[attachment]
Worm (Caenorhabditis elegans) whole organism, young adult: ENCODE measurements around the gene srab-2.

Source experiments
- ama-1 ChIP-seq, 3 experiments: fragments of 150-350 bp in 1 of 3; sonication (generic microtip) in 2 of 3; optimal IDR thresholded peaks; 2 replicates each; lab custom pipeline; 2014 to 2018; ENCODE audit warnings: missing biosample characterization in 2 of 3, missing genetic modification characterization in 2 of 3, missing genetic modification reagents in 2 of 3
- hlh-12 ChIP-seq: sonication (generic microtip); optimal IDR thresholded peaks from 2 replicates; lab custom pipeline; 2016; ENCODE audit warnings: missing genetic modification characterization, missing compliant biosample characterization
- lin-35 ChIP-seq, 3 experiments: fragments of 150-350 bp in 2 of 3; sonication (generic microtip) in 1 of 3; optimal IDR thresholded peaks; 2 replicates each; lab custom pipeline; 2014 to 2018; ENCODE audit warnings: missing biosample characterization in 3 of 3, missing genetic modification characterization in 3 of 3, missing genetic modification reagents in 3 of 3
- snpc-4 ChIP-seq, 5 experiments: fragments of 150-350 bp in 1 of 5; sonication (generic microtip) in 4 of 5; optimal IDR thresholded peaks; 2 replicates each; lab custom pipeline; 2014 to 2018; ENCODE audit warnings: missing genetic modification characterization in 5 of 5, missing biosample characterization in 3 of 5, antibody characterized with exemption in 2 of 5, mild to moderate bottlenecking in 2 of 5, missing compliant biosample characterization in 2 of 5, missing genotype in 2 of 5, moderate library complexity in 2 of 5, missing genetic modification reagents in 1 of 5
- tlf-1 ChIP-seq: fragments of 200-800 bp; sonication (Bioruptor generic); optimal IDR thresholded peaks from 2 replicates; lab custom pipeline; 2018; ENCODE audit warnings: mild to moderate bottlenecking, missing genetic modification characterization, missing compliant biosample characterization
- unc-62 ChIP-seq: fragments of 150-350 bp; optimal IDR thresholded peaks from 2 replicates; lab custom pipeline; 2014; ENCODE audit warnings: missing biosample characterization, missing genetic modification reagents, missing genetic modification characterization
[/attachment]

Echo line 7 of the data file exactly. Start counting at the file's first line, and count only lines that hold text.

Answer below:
- tlf-1 ChIP-seq: fragments of 200-800 bp; sonication (Bioruptor generic); optimal IDR thresholded peaks from 2 replicates; lab custom pipeline; 2018; ENCODE audit warnings: mild to moderate bottlenecking, missing genetic modification characterization, missing compliant biosample characterization